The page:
In the very next line, he claims that the pleasure supplied by Nature is just sugar-coated, apparently shiny, but the pleasure hidden in poetry is not all ephemeral and is truly GOLDEN instead of being only Brazen and shiny. Again, the divinity of Mankind is- ATTAINED-UNRAVELLED-and APPREHENDED through poetry only. Above all, a poet can do nothing through his creations but can-
Give right honour to the Heavenly Maker of that maker, who, having made man to His own likeness, set him beyond. [Para 13]
Notwithstanding the fact that the circumference specified by Sidney Is a gigantic one, yet he has also given a well-knit, succinct definition of POETRIE (POESY/POETRY). It is a grim fact that-
One cannot defy the stamps of one's predecessors; and Sidney also owes to Plato, Aristotle and Horace for his concept of POETRY.
In Para 14 he defines poetry as follows:
Poesy, therefore, is an art of imitation, for so Aristotle terms it in his word MIMESIS, that is to say, a representing, counterfeiting, or figuring forth; to Speak metaphorically, a speaking picture, with this end, to teach and delight.
Evidently, his definition of poetry bears the stamps of Plato, Aristotle and Horace. His theory can be termed as "the theory of ideal imitation" in which the imaginative world created by the poet is superior to the real world, as it executes the tasks of teaching as well as delighting.

The idea of imitation reminds us of Aristotle, and the concept of teaching and delighting is taken from Horace, This conception of poetry is also smacking of Platonic theory, as a poet is the creator of an ideal world to teach and delight. At this point, a brief history behind the composition of this book should be mentioned.

Sidney wrote this long essay in reply to a book, which had been written attacking poetry and drama by Stephen Gosson (1554-1624) and had been dedicated to Sir Philip Sidney (1554-1586). Sidney perhaps had been misunderstood by Gosson to be Puritan in his outlook on poetry. The former's Protestant and Anti-Catholic associations made him think so. In this regard, to sum up, Sidney's view on the functions of POET and POETRY it can be said that-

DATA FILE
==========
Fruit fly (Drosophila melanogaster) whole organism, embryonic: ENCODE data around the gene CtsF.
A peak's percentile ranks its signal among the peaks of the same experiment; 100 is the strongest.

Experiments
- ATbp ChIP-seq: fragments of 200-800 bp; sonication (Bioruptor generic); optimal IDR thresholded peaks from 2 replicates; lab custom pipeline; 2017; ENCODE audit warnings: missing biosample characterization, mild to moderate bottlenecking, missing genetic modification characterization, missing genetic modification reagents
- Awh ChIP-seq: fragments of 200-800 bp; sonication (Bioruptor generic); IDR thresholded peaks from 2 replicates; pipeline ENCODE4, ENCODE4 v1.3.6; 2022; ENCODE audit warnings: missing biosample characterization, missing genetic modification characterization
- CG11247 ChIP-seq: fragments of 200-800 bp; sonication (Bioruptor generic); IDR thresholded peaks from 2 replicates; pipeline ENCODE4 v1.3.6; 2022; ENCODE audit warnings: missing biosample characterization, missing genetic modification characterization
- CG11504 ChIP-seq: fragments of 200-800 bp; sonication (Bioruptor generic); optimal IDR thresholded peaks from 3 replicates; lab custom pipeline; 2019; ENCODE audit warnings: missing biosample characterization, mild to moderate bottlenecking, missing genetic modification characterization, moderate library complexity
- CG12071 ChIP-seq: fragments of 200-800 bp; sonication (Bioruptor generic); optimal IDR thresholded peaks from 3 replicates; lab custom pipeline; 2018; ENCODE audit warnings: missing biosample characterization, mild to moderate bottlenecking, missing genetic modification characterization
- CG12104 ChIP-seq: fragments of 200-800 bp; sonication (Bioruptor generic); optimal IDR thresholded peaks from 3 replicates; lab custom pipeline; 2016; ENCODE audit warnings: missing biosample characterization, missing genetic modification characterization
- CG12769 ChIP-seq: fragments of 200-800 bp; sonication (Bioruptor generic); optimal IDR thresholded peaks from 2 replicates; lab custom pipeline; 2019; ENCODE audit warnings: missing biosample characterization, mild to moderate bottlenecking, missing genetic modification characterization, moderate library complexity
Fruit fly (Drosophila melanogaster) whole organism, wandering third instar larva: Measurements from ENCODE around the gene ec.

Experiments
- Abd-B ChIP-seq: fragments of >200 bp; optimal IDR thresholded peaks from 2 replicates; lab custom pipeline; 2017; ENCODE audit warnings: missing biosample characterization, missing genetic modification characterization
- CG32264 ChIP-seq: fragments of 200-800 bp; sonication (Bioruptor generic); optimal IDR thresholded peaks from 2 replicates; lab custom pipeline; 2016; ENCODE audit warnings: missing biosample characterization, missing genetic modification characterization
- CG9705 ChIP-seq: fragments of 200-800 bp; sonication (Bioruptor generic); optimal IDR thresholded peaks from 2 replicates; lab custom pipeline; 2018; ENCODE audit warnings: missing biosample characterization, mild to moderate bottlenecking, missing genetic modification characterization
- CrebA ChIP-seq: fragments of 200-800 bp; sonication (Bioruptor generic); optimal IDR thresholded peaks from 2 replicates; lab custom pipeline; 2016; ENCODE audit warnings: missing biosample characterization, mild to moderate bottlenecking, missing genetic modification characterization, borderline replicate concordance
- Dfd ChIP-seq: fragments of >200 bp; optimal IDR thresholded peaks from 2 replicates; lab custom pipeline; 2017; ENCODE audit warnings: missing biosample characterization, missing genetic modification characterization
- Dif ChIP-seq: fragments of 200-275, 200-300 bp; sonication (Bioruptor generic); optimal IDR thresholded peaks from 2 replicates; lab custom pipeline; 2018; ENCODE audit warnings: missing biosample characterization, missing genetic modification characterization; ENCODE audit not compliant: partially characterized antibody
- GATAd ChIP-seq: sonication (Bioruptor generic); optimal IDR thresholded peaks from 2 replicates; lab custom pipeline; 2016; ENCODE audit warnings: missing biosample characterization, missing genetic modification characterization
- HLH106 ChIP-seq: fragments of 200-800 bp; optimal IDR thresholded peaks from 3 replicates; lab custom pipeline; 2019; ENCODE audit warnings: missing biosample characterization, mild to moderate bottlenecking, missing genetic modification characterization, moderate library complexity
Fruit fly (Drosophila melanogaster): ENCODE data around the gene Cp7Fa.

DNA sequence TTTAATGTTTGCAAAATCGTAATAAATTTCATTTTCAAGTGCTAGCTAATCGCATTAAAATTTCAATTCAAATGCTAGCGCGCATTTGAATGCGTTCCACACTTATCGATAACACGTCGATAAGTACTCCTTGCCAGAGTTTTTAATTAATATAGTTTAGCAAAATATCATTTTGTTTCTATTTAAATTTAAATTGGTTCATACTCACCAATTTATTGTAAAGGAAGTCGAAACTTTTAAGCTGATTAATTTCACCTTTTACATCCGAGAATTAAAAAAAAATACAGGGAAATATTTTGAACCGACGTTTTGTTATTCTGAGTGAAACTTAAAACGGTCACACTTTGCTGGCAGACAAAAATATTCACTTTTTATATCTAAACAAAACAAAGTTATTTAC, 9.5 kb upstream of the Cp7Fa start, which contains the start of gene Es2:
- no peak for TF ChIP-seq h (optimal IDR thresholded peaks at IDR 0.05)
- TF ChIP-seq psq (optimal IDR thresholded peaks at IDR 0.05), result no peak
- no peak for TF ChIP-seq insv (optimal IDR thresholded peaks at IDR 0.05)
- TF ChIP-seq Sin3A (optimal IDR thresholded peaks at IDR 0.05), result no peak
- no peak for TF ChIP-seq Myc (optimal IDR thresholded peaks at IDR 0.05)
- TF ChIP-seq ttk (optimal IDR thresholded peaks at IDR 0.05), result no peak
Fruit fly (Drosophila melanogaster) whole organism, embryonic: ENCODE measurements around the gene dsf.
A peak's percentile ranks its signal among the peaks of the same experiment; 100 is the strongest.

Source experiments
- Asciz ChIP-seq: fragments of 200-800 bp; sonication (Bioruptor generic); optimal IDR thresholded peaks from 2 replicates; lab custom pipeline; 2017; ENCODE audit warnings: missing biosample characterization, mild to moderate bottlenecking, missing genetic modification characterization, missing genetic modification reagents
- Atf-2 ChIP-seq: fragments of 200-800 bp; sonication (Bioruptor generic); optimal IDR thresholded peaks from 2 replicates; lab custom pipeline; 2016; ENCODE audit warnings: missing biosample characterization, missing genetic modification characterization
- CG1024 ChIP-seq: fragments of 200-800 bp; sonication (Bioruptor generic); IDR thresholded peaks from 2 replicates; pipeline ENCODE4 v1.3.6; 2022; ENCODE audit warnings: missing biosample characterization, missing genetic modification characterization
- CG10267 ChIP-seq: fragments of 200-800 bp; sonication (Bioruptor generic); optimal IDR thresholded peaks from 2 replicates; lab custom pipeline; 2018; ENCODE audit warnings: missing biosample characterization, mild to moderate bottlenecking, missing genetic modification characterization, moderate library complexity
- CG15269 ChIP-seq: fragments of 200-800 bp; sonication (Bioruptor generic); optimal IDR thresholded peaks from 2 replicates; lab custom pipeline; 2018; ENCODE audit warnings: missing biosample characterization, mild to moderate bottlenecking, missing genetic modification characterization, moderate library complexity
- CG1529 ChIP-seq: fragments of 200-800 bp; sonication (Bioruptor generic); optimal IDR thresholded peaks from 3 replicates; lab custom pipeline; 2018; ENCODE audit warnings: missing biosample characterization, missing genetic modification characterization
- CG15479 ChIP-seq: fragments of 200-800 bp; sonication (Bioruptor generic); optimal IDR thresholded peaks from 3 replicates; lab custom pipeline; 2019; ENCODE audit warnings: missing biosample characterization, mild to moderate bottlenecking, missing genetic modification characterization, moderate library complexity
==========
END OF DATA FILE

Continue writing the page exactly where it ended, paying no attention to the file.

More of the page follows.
Poetry or Poetic Creations are not utterly figments of the poet's imagination in the sense of building castles in the air. A poet certainly imitates from his seen REALITY; but, his creation is synthetic assimilation of that image and ‘the image of the ideal’ within his mind.
Sidney claims that Poetry has an important role in the Life of Man and Society itself, to teach and delight. Sidney proclaims that the poet embodies directly his own vision of the ideal, He stands on the same platform with Plato in this context, as the latter is of the opinion that the poet represents the idea inherent in his mind, David Daiches's commentary would be worthwhile in this regard that-

In Sidney's opinion “the imagination does not give us insight into reality, but an alternative to reality the alternative being in every way superior”; and the poet is found to be “carried away by his enthusiasm for CREATION”, and also by an anxiety to vindicate the charges of the Puritans.